Max Scherzer probably won’t do a nude photo shoot like Matt Harvey

David Brown
Big League Stew

NEW YORK — Riding down in a Citi Field elevator, Max Scherzer of the Detroit Tigers considered what would happen if everybody saw him naked. Matt Harvey of the New York Mets, the other starting pitcher in the All-Star game, recently showed the world his nude self in ESPN the Magazine.

What if a magazine asked Scherzer to take it all off? Would he?

"It would be a cool honor," Scherzer said after laughing. "Obviously it means you're chiseled."

Listed at 6-foot-3 and weighing 220 pounds — dimensions pretty close to those of Harvey — Scherzer would seem to have a reasonable shot at being asked to strip. But he has his doubts.

"I don't know if I quite have that body," said Scherzer, who hasn't seen Harvey's photo spread yet. "I've got a good starting pitcher's body. I don't know if I've got a premiere athlete's body."

What does a "good starting pitcher's body" entail? Wiry. Muscular throwing arm and shoulder. Big ol' bottom and thick legs would be great, too. Some fat OK. But is that combination going to sell any magazines?

"I don't know," Scherzer said. "No one has asked yet."

So that's not a "no."

Earlier, at a noisy press conference where Scherzer had been named the AL's starting pitcher, manager Jim Leyland extolled naked praise for what he believes is Scherzer's top (non-physical) feature: His 13-1 won-loss record.

"I'm proud to announce that this year's starting pitcher for the American League for the 2013 All‑Star Game is our own Max Scherzer of the Detroit Tigers," Leyland said. "Thirteen and one, Max Scherzer, and I don't think I need to explain anything more than that. Thank you very much."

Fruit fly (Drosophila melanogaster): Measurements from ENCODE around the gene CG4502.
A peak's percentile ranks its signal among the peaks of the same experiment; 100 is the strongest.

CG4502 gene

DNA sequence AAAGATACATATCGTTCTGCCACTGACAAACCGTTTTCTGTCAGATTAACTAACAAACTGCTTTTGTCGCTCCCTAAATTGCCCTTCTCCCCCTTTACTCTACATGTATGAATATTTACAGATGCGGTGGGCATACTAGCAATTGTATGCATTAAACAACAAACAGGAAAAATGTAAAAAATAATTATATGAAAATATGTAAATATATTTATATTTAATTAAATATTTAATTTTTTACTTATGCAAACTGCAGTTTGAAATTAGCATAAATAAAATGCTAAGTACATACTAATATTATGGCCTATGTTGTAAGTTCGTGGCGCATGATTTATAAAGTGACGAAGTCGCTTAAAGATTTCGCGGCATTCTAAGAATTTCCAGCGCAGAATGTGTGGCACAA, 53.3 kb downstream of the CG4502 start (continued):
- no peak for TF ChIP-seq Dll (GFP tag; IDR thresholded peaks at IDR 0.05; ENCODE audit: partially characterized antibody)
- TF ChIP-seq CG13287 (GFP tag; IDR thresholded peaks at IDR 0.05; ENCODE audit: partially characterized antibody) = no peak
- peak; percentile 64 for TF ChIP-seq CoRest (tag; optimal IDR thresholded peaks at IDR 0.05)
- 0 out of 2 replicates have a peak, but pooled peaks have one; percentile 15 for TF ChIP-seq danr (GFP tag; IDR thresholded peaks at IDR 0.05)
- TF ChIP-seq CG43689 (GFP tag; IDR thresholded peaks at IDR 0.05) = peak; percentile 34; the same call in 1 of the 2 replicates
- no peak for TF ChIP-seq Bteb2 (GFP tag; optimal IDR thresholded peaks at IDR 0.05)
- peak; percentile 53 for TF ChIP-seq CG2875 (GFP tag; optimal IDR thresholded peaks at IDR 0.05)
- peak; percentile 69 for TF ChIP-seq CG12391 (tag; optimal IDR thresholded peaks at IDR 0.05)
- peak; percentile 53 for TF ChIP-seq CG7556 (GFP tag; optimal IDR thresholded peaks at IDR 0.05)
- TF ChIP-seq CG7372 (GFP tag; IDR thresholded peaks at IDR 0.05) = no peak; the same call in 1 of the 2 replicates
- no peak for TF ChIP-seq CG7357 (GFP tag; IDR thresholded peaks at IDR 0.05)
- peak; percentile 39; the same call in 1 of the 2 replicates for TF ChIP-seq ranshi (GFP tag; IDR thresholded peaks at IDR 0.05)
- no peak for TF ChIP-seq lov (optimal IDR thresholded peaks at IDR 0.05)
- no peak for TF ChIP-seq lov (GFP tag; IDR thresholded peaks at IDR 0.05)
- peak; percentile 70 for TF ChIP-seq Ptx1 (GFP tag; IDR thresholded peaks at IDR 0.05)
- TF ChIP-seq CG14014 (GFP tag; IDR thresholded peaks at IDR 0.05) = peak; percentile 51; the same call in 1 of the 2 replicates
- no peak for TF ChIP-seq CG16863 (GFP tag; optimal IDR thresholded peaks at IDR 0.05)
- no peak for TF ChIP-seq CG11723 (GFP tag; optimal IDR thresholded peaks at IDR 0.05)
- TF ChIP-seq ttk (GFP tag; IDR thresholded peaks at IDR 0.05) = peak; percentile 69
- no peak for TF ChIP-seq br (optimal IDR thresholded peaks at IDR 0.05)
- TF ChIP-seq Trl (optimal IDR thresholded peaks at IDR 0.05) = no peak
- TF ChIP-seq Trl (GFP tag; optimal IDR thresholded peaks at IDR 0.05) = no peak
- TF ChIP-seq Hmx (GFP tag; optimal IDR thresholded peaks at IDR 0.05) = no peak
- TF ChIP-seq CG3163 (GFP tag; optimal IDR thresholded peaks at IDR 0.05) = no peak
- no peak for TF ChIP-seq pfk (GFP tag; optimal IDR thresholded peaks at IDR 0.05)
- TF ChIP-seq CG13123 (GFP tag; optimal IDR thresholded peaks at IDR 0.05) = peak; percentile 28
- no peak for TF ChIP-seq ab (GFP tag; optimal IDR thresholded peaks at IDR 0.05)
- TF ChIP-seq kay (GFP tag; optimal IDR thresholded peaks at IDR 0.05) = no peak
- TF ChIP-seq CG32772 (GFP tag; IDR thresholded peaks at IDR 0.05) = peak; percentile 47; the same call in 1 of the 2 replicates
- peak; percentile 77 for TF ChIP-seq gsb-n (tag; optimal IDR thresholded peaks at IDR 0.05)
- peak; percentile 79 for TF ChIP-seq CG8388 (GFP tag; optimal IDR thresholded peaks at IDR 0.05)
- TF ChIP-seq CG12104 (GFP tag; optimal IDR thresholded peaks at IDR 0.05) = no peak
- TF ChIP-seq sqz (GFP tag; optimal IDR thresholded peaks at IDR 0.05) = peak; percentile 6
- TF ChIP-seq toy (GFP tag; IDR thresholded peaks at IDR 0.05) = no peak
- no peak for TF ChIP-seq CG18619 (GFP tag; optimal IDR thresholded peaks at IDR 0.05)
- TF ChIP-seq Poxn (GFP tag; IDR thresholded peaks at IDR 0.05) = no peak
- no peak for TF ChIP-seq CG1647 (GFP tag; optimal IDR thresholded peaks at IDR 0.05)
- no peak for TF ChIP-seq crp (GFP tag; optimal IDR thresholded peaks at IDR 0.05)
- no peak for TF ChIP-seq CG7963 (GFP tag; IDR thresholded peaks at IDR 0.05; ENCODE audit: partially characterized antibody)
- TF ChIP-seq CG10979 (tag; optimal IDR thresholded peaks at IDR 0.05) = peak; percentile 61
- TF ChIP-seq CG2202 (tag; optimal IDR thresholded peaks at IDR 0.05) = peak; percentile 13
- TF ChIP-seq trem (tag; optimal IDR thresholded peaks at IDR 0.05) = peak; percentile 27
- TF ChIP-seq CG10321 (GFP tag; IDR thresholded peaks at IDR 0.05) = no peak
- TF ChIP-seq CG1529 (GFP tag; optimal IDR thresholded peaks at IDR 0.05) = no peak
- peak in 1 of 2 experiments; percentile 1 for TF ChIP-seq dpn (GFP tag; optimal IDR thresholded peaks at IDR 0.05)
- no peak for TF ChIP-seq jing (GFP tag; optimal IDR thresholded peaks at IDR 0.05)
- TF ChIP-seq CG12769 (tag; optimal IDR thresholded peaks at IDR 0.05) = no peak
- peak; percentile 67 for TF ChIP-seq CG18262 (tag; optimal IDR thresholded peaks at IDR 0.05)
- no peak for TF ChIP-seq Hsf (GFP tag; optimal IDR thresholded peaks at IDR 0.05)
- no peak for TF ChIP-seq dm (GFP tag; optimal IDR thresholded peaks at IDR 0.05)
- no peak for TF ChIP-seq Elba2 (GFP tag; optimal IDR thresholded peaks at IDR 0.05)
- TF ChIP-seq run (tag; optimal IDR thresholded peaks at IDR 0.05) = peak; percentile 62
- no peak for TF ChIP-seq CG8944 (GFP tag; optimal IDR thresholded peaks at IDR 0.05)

As he was trying to become the first pitcher since Roger Clemens in 1986 to start 14-0, Scherzer had said that judging a pitcher on his individual won-loss record was tricky at best.

"I had said to not judge me on the wins, that it was a fluky stat, just because our team was playing so well every time I happened to take the mound," Scherzer said.

So how does Scherzer judge the quality of his pitching?

"For me, it's a combination of everything: Minimizing walks, and doing a lot of the little things that add up. It's a statistical measure and it's something you just feel. If I'm able to use all four pitches of my pitches for strikes, I'm probably going to feel good about myself that night."

Mind, performance — and body.

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